High summer's solstice sun has risen and set over Stonehenge, but for most of us in the northern hemisphere, the summer holidays have yet to fully kick into gear. Schools are about to finish for the academic year, and the potential for long, lazy days and nights, punctuated by the minor irritation of our children, still lies just ahead.

This week's Capricorn Full Moon gives us plenty to contemplate whilts dozing on our sun loungers by the pool, on the beach, or simply in our sweltering backyards. As we try to keep our cool over the next couple of weeks, there is likely to be a simmering heatwave of tension between our family and professional lives, our intimate domesticity, and our public persona. This moon invites us to maintain a healthy balance between the two.

For cosmological reference, each full moon provides a dynamic axis across the heavens between the exactly opposed positions of the Sun and Moon. The resulting energetic tension between our closest moon and star in two opposing astrological houses (with Earth somewhere in between) is said to have a major influence during each full moon period.

This coming week, while the Moon sits in Capricorn (careers), her beautiful full face will be illuminated by the Sun lounging directly opposite in Cancer (home and family). However, the burning summer tensions might be felt acutely between the hardworking, ambitious nature of Capricorn and the often dependent, clingy, security-loving Cancer. That lazy dependency in the coming days might well lead to another cancer trait: resentment, should any of our domestic securities feel threatened.

Which leads me full circle to report on the most recent tumult in British politics and its current malaise of seething resentments and deceitful incompetence. It was under last year's Capricorn Full Moon that the then Prime Minister, Boris Johnson, resigned from his post in light of his proven perpetual fibbing. Despite his resignation as Prime Minister, he retained his Member of Parliament (MP) status, which allowed him to continue flaunting his lumbering, disenchanted presence in Parliament until two weeks ago. Once again, he has been forced to resign before being deposed, having been found to have knowingly lied to fellow MPs about parties held in Downing Street during the COVID pandemic lockdown.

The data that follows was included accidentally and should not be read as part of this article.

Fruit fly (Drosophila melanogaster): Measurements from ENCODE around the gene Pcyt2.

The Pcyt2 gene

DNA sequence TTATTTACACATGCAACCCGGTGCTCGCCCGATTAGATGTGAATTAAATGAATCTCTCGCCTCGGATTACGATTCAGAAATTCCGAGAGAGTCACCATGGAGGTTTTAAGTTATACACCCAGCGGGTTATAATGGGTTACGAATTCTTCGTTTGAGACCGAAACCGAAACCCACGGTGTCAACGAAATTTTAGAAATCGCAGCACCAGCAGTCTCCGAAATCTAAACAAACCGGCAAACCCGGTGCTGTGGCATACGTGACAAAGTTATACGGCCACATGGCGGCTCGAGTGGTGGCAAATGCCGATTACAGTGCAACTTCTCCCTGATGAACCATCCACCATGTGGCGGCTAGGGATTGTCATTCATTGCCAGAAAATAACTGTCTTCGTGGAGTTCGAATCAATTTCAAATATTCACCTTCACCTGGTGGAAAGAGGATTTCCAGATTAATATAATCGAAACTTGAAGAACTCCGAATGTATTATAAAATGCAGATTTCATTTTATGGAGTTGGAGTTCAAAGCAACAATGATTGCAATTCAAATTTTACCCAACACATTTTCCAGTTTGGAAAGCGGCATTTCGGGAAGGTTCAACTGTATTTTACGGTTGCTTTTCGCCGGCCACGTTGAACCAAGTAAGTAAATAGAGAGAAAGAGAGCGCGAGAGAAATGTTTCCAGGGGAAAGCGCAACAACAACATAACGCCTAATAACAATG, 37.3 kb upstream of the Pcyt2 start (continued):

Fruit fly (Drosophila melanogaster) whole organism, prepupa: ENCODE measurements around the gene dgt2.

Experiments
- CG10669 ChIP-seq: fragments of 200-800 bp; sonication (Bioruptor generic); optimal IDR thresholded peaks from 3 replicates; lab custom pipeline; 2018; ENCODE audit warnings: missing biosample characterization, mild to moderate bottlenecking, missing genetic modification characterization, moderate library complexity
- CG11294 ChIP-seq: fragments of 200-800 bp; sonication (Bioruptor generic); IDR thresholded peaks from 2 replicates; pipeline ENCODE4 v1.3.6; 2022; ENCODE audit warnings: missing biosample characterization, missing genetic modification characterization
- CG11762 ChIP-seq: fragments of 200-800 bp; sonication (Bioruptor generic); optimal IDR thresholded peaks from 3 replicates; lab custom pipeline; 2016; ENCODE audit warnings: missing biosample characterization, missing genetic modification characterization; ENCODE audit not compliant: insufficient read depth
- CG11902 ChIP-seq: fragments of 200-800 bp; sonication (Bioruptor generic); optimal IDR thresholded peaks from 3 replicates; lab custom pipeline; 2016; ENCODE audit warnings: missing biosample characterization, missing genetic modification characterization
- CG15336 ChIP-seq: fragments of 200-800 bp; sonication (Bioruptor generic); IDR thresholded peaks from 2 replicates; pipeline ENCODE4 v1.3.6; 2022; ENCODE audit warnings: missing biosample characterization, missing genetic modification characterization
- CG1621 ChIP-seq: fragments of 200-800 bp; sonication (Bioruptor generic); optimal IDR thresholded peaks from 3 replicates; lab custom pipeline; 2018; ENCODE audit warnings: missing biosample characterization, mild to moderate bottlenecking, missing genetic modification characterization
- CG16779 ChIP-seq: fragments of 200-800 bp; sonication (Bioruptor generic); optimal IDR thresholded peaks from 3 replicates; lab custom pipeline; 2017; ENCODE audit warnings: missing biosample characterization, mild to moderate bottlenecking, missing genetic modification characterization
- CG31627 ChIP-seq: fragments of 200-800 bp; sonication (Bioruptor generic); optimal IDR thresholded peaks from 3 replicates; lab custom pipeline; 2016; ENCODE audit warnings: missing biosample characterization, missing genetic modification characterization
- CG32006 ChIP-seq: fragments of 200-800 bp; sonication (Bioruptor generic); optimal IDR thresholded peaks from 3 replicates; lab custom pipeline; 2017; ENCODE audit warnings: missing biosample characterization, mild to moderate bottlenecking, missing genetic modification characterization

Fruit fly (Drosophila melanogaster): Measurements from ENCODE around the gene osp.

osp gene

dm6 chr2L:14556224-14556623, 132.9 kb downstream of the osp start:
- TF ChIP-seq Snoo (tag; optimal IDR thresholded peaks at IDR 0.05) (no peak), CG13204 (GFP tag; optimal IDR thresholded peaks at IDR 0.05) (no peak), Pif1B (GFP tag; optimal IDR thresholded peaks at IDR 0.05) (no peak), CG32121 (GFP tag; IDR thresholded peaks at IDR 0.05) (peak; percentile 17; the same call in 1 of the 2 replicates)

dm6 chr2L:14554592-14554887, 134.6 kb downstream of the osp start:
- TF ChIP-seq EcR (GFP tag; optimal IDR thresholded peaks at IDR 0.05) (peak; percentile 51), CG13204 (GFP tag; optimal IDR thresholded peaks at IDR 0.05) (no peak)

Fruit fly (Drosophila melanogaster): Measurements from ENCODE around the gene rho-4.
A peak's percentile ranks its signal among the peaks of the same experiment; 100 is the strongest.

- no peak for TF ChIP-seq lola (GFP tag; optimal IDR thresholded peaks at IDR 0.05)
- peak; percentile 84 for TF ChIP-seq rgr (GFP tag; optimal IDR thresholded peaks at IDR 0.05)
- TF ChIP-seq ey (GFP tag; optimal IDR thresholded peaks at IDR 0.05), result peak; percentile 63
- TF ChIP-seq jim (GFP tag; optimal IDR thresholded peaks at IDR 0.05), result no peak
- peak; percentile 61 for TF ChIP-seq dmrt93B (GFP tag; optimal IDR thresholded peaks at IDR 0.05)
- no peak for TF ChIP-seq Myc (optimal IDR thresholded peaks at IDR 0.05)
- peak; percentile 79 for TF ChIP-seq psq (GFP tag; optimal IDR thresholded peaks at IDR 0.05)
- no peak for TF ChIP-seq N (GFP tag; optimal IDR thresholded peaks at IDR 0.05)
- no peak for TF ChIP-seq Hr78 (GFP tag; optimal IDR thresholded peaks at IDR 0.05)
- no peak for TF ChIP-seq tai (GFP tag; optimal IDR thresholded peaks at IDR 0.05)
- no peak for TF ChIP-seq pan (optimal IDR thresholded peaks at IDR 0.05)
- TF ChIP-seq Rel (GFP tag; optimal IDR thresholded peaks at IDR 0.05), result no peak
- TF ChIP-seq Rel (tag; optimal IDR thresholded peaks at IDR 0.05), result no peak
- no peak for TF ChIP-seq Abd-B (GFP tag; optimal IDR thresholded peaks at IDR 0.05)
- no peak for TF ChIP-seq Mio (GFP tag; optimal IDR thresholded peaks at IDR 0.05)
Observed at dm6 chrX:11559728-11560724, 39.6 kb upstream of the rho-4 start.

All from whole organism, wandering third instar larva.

The scandal, now known as "Partygate," was thoroughly investigated by the non-partisan Privileges Committee of MPs, and their report's condemnation of the former prime minister's actions was damning. Johnson immediately labeled the committee a "Kangaroo Court," which would have promptly led to even heavier sanctions had he not seen the writing on the wall and resigned. "This is rubbish." "It is a lie," he said of the cross-party committee’s conclusion that he had deliberately and repeatedly misled the house, an offense all the more serious because he was prime minister at the time.

I'm not sure why anyone might be taken aback by the outcome of the inquiry. Johnson has a history of deception and hypocrisy. This is someone steeped in generationally bestowed white male privilege, who was sacked from the Times newspaper as a reporter for making up quotes and from the Conservative frontbench for lying about one of several extramarital affairs. However, the committee made it quite clear that although the report's criticism of Johnson's character and conduct on every single one of its 106 pages was key, the more pressing issue evidenced by his case was that of declining public trust in British vehicles of democracy. Boris had deliberately undermined the systems of governance that rely on MPs and the public being able to trust ministers telling the truth, and ultimately, despite his protestations of innocence (more lies), he has had to face the public consequences of a deep-seated lack of integrity.

Unsurprisingly a report published this week by the Institute for Public Policy suggests that trust in the British political system has fallen to an all-time low since the pandemic. The survey of 8,000 Brits found that just 6% of the public have full trust in the current political system, while a staggering 89% support constitutional reform. Is this an overdue cue for change, perhaps?

This column often stresses its conviction that the circumstances we experience unfolding around us are keen reflections of our individual and collective states of mind. However uncomfortable it is to consider, the attitudes and actions of the public servants we have elected to office directly reflect prevailing social and cultural attitudes, to which we all contribute. What can we learn, then, from these not unfamiliar recent scenes in Westminster? Is the rampant lack of integrity characterized by fabulist political leaders like Johnson, Truss, or Trump in the States a sad indictment of our own? Are we prepared to lie, to put others at risk, or to incur expense to further our own personal agendas?